Retrofitting Vintage

4 Fabulous 1940s Sweaters to Knit for Fall

The very hint of fall makes me want to dig in deep to new projects, the cozier the better. Right now I’m captivated by 1940s sweaters.

Autumn is a great time to take on more complex projects, with little needles and skinny yarn. These projects can keep you warm while you’re knitting them, as they slowly grow over your lap. Then, they keep you warm when you wear them. They’re pretty much useful from the get-go.

The following sweaters patterns are all from the 1940s, arguably the best decade for knitwear, and they’re all fueling my fall fantasies.

Of course, indulging knitting fantasies is how you end up with too much yarn. If I were a reasonable and entirely pragmatic person, I would work on things one at a time. I would not buy yarn for things six items down the line. I would not currently have the supplies to make FIVE more sweaters before I needed any more yarn, for example.

But here’s what happens. I look at a pattern. I start fantasizing about colors. I inevitably end up at KnitPicks, and somehow, there’s always a good sale, and then…I have more yarn.

This post contains affiliate links for KnitPicks Palette, from which I receive a small commission. However, I am a ridiculous fan of this yarn, and wouldn’t promote it if I wasn’t. It’s really good for 1940s knitting because it comes in a bazillion colors, the weight usually lands me in the right gauge for those elusive vintage yarns the patterns were designed for, and the quality is good, especially for the price.

So here are 4 free vintage knitting patterns for 1940s sweaters, graciously shared by knitters across the Internet, accompanied by my color fantasies.

The Patterns

All of these patterns are online and free.

1. Lumberjack Sweater, Bernhard Ullman Volume 7

A jaunty 1940s lady leans against a fence. She wears a ribbed knit cardigan with large buttons, a fitted waist and small square breast pockets, along with side-buttoned slacks. 1940s sweater.
Those pockets are cute, but not very useful.

This is clearly a 1940s sweater, but I think it could look quite modern, depending on color and styling. It has a slightly military vibe, that makes me picture it in a dark or olive green, like Fair Isle Twinset, Stitchcraft Magazine October 1945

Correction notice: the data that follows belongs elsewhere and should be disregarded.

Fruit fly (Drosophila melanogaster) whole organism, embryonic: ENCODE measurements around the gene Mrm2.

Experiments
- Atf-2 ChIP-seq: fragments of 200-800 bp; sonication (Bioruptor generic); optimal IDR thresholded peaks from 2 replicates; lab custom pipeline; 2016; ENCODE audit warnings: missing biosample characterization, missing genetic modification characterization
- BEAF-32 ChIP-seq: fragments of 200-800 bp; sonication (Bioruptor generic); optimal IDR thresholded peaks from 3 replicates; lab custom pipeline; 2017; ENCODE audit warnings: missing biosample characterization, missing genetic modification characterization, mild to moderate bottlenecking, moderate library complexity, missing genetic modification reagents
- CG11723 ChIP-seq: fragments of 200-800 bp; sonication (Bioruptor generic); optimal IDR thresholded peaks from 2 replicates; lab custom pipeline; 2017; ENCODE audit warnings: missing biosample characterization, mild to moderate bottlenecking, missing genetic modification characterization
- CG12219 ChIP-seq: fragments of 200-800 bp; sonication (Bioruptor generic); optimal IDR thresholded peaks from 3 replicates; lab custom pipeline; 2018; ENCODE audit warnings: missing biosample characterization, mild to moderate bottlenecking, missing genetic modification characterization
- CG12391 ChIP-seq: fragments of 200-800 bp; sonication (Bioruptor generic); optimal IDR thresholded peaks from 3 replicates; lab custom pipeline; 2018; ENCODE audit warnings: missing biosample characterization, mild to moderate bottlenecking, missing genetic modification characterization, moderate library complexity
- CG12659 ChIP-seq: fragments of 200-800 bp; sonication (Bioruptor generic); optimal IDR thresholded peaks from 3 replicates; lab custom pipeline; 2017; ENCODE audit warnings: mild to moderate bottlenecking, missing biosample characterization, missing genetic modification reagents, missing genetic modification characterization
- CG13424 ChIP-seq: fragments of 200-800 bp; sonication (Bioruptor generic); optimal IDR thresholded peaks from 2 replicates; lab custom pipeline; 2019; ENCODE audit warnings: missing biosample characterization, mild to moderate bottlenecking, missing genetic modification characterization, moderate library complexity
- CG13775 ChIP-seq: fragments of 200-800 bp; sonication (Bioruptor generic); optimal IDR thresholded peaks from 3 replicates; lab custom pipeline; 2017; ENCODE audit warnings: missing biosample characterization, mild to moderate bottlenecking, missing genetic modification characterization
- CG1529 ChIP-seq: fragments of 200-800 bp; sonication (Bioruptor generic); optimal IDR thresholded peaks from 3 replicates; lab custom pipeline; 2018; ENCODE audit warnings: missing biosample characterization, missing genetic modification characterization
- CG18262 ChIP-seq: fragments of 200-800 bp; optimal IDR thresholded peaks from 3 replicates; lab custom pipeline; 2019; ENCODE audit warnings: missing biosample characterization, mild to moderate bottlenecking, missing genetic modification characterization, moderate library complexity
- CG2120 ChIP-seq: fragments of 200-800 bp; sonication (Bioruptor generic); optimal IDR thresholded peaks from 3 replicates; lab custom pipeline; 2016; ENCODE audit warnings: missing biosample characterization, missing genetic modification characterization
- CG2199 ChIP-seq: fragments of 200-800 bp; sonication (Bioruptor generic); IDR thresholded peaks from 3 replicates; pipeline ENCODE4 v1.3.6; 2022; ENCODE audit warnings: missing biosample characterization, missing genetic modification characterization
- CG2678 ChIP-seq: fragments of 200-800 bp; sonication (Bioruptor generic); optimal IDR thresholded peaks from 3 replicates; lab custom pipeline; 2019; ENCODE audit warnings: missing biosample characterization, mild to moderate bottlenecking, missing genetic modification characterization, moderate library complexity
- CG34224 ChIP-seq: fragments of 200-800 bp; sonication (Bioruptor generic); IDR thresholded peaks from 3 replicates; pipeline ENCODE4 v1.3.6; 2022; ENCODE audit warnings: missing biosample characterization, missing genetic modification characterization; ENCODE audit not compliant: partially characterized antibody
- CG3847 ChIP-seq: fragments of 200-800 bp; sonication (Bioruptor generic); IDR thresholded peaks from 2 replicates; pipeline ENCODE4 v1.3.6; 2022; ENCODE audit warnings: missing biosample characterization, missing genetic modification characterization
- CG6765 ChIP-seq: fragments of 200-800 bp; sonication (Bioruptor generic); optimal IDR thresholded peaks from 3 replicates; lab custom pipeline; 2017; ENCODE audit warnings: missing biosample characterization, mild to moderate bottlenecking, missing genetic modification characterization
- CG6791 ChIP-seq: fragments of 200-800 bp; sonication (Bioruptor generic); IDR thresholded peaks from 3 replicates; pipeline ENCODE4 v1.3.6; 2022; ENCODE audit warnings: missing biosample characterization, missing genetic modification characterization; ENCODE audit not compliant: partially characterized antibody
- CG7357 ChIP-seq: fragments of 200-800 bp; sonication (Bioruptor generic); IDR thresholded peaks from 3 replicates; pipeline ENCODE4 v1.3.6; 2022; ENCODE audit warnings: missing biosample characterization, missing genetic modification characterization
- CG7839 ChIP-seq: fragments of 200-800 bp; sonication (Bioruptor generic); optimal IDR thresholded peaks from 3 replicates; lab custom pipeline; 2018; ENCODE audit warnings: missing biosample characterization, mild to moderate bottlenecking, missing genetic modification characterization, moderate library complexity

An edition of Stitchcraft magazine, October 1945. A woman with red hair and bright red lips stands modeling a light blue twinset with a black or navy snowflake or floral motif with stripes.
Twinset for the win set?

This is really pretty. It’s a good demonstration of how striking a two-color stranded pattern can be, with all the attention going to the intricacy of the colorwork.

Speaking of colors, I think this would be adorable for someone who isn’t me, and thus, wears yellow, in Palette“> Silver and Currant.

Montrose, by Patons

A smiling woman with dark hair, wearing a high contrast fair isle sweater with a small repeating pattern on the body, and irises on the yoke.
These irises are killing me.

It has IRISES. I love them. I’d do this in black and white withYour Victory Jumper, Home Notes

A copy of Home Notes with a young woman using the telephone on the cover, looking very 1940s, wearing a sweater with elbow-length sleeves and a red, white, and blue ripple lace pattern.
You know she’s talking about that sweater.

Brought to us by the V&A, this is a classic WWII British knitting pattern. It’s quite popular among vintage knitting enthusiasts, there are more than 200 projects on Ravelry. While one could stick with the patriotic red, white, and blue (so conveniently the colors of several Allies), I think it would be equally nice in Black, White, and Rose Hip. Ice cream pastels would be quite cute, too, as in Pistachio, Cotton Candy, and Cream.

Get Knitting

Which one is your favorite? What are you working on, knitting or otherwise, these shortening days?

This post contains affiliate links. If you make a purchase using these links, I am paid a commission at no extra cost to you. Read the whole disclosure here. Thanks!

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